where (f_{0}), (mu) and (T) are the initial frequency, frequency modulation rate and duration. In particular, when (p = 1), the FrFT on (sleft( t right)) can be regarded as Fourier transform.

When we applied (10) to Eq. (4), the received signal in fractional domain with transform (p) will be

$$F^{p} left( u right) = int_{ – infty }^{ + infty } {mathop Klimits^{ sim }_{p} left( {u,t} right)sleft( t right){text{d}}t = int_{ – infty }^{ + infty } {mathop Klimits^{ sim }_{p} left( {u,t} right)left[ {a_{0} sleft( {t – tau_{0} } right) + sumlimits_{i = 1}^{N} {a_{i} g_{i} ssleft( {t – tau_{i} } right)} + n_{w} left( t right)} right]{text{d}}t = Sleft( {u_{p} } right) + SSleft( {u_{p} } right) + Nleft( {u_{p} } right)} }$$

(12)

where

$$Sleft( {u_{p} } right) = int_{ – infty }^{ + infty } {mathop Klimits^{ sim }_{p} left( {u,t} right)a_{0} sleft( {t – tau_{0} } right){text{d}}t}$$

(13)

$$SSleft( {u_{p} } right) = int_{ – infty }^{ + infty } {mathop Klimits^{ sim }_{p} left( {u,t} right)sumlimits_{i = 1}^{N} {a_{i} g_{i} ssleft( {t – tau_{i} } right)} {text{d}}t}$$

(14)

$$Nleft( {u_{p} } right) = int_{ – infty }^{ + infty } {mathop Klimits^{ sim }_{p} left( {u,t} right)sumlimits_{i = 1}^{N} {n_{w} left( t right)} {text{d}}t}$$

(15)

(Sleft( {u_{p} } right)), (SSleft( {u_{p} } right)) and (Nleft( {u_{p} } right)) are the received target signal, reverberation and marine environmental noise in fractional domain, respectively.

Here, we give a reverberation model example that obeys the α-distribution (1.2176, 0.6, 0.0420, 0.0004). The characteristic exponents of the redistributed signal are shown in Table 1 with different transform *p* values.

The probability density curves with different transform p values (0, 0.02 and 0.22) are shown in Fig. 1. With the FrFT of different p values, the redistributed signal has different characteristic exponents.

Consider the two cases of *p* = 0, *p* = 0.22 and *p* = 0.02; Fig. 2a–c, respectively, shows the probability density functions. For *p* = 0.22, there is a thicker and less smooth tail than for *p* = 0.02. Furthermore, *α* = 1.163 and *β* = 0.003 for the redistributed signal (*p* = 0.02) are SαS random variables. More specifically, *β* is closest to 0 for *α* between 0 and 1 and is the optimal *p* selection principle, which is completely different from the traditional FrFT. Here, we give the influence of the FrFT on the target echo.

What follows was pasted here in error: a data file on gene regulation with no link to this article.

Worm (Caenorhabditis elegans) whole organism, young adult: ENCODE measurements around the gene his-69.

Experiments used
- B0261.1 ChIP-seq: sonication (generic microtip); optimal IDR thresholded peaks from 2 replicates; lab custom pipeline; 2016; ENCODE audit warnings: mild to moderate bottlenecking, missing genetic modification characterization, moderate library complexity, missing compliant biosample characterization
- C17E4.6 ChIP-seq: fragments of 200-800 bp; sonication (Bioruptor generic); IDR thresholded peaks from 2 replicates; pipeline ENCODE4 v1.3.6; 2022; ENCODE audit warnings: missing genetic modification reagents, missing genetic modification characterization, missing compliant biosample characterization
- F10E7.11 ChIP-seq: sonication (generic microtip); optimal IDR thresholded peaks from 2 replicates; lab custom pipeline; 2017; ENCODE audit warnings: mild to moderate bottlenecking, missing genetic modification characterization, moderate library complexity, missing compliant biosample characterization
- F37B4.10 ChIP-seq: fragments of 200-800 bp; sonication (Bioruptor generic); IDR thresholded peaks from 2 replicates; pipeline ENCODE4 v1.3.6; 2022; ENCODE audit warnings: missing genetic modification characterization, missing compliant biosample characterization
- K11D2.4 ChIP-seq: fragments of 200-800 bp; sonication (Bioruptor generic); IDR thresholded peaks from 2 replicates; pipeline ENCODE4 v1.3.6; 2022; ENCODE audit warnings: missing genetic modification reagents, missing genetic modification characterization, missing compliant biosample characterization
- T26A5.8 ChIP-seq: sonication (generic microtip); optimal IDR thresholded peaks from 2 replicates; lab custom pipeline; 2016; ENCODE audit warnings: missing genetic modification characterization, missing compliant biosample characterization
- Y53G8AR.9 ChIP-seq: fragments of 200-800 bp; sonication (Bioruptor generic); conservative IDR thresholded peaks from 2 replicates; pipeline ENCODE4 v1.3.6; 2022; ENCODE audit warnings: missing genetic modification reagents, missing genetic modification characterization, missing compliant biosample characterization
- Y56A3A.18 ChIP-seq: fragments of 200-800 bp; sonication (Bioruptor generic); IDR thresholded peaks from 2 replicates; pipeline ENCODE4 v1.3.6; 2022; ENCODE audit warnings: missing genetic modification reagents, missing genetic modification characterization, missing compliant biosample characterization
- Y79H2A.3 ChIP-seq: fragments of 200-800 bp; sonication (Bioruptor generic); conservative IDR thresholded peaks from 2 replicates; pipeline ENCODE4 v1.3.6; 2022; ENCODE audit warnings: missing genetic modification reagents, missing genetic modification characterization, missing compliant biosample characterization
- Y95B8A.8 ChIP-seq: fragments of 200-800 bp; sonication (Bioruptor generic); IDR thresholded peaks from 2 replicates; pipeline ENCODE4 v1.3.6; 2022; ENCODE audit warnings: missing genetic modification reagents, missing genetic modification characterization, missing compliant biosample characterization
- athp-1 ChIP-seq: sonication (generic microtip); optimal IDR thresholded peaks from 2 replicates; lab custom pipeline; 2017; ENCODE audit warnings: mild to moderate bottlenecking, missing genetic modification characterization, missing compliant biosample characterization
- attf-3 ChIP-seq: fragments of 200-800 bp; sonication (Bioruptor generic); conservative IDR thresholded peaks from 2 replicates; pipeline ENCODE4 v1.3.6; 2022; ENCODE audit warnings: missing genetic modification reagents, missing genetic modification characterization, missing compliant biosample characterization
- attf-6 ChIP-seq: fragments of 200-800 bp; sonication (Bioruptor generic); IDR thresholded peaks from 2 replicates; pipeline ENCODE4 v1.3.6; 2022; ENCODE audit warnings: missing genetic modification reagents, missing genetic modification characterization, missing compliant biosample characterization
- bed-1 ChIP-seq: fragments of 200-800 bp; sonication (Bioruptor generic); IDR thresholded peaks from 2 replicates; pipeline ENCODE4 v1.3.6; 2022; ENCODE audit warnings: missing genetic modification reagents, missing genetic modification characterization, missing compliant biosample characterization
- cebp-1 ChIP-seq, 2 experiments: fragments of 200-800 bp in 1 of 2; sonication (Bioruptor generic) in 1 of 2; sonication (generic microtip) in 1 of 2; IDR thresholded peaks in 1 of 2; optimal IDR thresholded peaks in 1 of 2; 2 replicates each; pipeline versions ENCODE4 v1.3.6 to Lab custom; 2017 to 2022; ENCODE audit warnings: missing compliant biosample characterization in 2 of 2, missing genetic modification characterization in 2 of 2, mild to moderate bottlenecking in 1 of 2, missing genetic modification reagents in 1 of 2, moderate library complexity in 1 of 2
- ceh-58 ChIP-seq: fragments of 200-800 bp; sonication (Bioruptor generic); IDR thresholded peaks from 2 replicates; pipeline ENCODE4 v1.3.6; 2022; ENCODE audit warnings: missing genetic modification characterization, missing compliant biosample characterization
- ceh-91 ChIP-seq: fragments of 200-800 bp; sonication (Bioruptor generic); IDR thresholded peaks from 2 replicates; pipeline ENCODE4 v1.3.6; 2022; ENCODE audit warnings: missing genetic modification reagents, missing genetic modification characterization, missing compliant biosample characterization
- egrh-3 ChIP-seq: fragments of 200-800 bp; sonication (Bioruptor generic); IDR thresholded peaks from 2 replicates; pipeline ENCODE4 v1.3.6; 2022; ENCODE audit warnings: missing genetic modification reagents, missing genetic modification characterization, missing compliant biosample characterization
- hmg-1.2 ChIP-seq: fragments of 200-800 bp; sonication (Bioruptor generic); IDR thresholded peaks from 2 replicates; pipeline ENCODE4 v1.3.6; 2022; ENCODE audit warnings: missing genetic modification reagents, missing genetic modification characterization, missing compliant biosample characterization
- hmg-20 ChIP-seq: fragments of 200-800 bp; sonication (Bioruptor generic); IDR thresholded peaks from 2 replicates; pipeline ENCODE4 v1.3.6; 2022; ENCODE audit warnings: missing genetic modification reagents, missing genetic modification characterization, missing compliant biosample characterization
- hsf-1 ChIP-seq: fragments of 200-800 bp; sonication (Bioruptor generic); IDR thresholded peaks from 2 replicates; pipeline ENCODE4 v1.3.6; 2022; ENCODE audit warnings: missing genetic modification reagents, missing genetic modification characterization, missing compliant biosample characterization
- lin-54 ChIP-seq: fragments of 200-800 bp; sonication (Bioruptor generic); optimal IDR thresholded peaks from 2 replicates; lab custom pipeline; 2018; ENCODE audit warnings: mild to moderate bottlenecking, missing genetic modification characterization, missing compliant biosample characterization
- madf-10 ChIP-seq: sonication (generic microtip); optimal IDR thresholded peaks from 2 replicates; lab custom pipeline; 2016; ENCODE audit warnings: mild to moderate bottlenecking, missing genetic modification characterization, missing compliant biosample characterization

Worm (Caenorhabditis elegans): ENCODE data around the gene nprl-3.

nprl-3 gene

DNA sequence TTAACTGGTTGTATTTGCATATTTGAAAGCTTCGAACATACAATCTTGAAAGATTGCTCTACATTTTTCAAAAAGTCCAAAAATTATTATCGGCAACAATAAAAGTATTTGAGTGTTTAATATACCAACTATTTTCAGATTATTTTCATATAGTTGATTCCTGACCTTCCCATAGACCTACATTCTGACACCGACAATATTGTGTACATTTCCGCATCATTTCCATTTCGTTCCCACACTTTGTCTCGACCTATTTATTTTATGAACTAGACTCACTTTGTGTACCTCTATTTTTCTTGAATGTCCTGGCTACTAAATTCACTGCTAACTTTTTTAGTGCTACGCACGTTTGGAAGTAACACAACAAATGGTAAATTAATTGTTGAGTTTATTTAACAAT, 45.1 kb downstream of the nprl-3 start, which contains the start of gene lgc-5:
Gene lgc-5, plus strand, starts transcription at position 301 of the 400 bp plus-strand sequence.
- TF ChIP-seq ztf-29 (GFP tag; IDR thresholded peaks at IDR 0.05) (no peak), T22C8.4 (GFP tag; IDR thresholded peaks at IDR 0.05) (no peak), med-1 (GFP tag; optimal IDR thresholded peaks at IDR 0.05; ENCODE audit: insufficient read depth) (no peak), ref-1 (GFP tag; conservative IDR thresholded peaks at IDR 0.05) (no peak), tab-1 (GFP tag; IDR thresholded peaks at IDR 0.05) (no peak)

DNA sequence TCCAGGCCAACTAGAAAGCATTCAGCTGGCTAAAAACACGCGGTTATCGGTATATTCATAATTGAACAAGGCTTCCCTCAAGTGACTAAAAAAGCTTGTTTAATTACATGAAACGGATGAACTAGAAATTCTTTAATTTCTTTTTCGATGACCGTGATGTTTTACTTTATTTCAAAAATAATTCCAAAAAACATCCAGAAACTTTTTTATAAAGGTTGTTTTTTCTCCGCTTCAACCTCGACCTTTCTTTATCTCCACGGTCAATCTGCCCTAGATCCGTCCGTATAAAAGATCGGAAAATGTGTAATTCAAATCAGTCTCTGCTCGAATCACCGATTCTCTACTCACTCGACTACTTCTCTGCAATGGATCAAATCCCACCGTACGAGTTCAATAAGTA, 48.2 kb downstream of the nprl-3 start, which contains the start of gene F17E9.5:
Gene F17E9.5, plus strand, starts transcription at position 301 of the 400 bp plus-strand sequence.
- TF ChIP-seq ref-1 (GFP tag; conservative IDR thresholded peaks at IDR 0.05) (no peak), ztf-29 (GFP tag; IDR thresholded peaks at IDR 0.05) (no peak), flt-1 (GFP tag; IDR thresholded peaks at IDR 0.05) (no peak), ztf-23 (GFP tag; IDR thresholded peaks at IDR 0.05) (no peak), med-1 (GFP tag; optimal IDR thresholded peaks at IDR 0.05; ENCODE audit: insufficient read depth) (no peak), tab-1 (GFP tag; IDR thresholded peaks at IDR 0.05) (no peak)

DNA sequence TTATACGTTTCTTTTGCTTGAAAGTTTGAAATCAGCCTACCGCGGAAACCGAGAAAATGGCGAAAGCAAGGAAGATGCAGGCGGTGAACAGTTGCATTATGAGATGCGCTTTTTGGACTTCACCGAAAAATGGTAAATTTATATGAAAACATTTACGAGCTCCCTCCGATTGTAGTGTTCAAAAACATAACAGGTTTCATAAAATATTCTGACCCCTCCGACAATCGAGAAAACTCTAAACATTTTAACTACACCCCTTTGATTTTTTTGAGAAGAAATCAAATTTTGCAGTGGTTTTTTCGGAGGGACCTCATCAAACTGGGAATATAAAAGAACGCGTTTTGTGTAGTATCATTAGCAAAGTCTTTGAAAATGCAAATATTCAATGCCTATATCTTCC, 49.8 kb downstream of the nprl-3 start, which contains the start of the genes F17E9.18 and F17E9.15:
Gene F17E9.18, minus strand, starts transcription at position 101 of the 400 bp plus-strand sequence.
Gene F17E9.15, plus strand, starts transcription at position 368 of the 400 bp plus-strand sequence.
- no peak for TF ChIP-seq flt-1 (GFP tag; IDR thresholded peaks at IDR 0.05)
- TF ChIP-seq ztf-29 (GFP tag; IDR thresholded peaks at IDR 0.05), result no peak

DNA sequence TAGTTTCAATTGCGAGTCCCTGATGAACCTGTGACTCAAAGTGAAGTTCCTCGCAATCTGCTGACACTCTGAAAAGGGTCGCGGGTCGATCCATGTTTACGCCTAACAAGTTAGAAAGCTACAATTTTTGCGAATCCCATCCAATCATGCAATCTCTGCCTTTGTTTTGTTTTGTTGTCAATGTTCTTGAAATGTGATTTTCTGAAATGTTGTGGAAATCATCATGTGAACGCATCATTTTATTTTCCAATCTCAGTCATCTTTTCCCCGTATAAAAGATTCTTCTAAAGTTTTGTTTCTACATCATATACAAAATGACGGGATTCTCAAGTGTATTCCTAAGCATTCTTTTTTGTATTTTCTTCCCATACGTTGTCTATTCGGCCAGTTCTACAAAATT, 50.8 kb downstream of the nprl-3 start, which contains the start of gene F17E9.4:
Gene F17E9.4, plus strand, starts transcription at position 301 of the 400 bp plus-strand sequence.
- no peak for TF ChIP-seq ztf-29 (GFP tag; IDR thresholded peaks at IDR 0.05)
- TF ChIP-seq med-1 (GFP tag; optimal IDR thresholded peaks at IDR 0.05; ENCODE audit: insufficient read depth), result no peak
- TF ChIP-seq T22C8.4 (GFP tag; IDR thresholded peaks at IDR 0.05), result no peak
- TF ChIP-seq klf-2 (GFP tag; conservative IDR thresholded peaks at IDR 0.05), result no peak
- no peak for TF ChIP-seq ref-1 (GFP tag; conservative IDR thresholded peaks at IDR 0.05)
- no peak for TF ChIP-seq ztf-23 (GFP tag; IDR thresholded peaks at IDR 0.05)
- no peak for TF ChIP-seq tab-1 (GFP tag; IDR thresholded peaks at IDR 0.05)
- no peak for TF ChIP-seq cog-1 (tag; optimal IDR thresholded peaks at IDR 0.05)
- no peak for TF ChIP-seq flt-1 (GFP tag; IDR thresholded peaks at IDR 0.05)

#### The target echo broadening and compression in fractional domain

In this part, we discuss the influence of the redistributed signal method on the target echo. Figure 3 shows the transformation relationship between the time domain and the fractional domain of the target echo.

According to Fig. 3, there are some changes in the bandwidth of the received signal in the fractional domain due to the FrFT. We assume that the frequency bandwidth of the transmitted signal is (B), the duration of the transmitted signal is (T) and the observation duration is (T_{1}). The transform angle of FrFT is (p). With the geometric relation, the bandwidth in the fractional domain can be written as

$$B_{u} = left( {B – chi T} right)sin left( {ppi /2} right)$$

(16)

where (chi = – frac{1}{{tan left( {{{2p} mathord{left/ {vphantom {{2p} pi }} right. kern-nulldelimiterspace} pi }} right)}}) is related to the chirp rate of the transmitted signal in the fractional domain. The target echo broadening or compression in the fractional domain is related to the observation signal length (T) and the transform angle (p). In addition, according to Fig. 3, the information and energy of the echo signal are not changed in the fractional domain.